Honey theft leaps by 50% as country faces COVID-19, beekeepers stingless

Police apprehended on Monday a man who allegedly stole dozens of honeycombs. Beekeepers warn criminals changed methods, now focusing on honey rather than bees.

Honeycombs which were broken into in July 2020 in the south of the country (photo credit: HONEY COUNCIL)
Honeycombs which were broken into in July 2020 in the south of the country
(photo credit: HONEY COUNCIL)
Honey-related crimes have surged 50% in Israel during the COVID-19 pandemic, the Honey Council and the Union of Beekeepers reported Tuesday.
In the past, thieves would steal beehives with the bees inside them, but now they focus on stealing the honey, the groups said in a press release.
On Monday, police apprehended a man who allegedly stole dozens of honeycombs. The alleged thief, a resident of Nazareth, was arrested 24 hours after the chief beekeeper at Kvutzat Kinneret, Gal Kinnerti, reported the crime.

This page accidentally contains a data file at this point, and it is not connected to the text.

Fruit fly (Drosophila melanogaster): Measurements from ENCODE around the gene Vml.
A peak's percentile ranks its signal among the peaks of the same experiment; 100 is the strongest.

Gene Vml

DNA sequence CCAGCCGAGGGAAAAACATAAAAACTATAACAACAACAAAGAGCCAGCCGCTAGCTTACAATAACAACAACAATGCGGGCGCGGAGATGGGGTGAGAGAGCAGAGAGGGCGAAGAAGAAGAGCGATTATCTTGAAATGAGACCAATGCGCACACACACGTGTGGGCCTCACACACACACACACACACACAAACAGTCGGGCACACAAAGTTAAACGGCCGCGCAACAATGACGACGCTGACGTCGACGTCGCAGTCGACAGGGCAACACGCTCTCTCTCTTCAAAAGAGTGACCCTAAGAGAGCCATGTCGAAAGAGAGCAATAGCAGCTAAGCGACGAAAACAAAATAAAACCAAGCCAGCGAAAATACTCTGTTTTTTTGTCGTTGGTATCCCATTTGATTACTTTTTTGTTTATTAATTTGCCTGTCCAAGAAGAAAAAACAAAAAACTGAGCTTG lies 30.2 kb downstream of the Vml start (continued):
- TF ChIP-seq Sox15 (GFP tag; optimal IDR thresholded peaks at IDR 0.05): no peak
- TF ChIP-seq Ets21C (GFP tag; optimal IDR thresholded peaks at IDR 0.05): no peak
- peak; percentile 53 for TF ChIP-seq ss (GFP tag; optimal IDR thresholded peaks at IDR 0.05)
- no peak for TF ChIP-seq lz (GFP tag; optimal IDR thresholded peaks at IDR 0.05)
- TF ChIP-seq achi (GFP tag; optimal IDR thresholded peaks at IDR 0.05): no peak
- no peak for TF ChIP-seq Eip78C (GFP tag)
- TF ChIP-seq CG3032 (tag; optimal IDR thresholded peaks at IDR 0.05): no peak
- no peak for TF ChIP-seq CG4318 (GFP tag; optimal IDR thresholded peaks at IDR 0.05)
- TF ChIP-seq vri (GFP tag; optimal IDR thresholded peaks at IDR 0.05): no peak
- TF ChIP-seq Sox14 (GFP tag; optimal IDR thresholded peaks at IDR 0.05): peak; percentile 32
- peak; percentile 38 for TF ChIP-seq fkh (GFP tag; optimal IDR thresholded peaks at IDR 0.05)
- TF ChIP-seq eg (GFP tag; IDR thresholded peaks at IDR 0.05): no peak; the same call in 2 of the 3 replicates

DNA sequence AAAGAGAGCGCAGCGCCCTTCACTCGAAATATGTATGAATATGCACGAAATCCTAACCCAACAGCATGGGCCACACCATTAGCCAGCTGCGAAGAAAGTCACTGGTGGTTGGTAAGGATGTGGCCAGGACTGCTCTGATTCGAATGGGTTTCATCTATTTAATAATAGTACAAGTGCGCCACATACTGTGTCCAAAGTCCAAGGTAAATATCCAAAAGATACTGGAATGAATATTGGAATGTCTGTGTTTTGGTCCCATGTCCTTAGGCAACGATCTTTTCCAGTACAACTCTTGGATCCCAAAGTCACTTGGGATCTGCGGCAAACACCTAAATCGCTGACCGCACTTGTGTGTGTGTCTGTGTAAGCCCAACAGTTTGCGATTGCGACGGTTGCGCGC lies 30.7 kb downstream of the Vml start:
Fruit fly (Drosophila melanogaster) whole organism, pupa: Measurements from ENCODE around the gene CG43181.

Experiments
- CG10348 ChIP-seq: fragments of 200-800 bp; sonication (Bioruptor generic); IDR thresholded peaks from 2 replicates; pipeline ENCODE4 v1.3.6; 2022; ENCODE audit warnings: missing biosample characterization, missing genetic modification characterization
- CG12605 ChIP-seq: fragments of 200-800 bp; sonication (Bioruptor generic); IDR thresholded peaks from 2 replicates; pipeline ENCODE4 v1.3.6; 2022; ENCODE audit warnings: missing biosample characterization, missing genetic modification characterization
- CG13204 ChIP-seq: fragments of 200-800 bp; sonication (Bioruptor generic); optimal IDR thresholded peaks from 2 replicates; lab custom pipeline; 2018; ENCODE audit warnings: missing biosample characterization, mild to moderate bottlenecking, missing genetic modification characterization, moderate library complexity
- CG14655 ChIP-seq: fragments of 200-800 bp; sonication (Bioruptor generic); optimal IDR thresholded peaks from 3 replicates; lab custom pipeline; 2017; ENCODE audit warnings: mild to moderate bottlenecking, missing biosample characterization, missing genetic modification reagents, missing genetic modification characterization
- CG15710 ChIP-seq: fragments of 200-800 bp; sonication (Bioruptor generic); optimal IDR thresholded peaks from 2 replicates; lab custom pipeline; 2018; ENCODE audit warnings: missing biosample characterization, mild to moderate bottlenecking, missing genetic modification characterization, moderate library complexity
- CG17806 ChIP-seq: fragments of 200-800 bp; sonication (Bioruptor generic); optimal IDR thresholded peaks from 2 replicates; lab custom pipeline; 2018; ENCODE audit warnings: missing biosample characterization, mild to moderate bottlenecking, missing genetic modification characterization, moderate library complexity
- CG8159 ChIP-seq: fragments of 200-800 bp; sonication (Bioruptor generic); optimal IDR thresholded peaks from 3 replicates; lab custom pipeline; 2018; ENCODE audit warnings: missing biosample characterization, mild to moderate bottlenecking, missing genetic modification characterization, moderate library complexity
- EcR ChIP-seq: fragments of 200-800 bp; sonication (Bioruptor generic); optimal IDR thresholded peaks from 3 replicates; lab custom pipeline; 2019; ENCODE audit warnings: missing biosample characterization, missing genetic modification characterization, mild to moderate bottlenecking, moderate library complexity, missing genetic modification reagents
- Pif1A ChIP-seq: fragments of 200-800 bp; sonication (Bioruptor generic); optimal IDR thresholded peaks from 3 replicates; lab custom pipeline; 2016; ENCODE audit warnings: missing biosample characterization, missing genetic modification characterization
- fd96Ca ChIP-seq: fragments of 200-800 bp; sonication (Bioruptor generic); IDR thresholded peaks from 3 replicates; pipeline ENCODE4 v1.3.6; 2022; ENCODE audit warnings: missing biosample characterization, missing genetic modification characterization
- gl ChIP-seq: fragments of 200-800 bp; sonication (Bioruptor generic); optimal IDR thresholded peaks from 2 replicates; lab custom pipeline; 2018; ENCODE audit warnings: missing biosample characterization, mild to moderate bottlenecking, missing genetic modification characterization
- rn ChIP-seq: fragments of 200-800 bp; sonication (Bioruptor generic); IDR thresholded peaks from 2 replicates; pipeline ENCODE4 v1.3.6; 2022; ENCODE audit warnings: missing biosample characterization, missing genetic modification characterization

A single beehive contains up to 50 kg. (110 lbs.) of honey. They are usually located in open spaces to allow the bees to graze, and thefts are difficult to prevent in real time.
“The honey bee is an important pollinating agent that oversees 80% of the planet’s agricultural plants,” Kinnerti said, adding that this service is worth about NIS 3 billion in in Israel.
There are about 510 beekeepers in Israel who supervise some 120,000 beehives, two-thirds of which serve farming needs.
Various crimes, including cybercrime and domestic violence, have been attributed to financial upheavals caused by the novel coronavirus.


Tags crime honey